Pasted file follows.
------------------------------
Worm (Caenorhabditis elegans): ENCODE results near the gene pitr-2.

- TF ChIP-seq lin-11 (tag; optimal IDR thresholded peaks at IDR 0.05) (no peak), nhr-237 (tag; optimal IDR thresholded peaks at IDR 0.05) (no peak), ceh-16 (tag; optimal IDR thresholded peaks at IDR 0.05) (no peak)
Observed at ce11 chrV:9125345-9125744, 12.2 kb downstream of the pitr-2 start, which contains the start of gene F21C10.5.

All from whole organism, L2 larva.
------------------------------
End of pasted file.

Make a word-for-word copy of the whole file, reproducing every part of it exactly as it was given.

Worm (Caenorhabditis elegans): ENCODE results near the gene pitr-2.

- TF ChIP-seq lin-11 (tag; optimal IDR thresholded peaks at IDR 0.05) (no peak), nhr-237 (tag; optimal IDR thresholded peaks at IDR 0.05) (no peak), ceh-16 (tag; optimal IDR thresholded peaks at IDR 0.05) (no peak)
Observed at ce11 chrV:9125345-9125744, 12.2 kb downstream of the pitr-2 start, which contains the start of gene F21C10.5.

All from whole organism, L2 larva.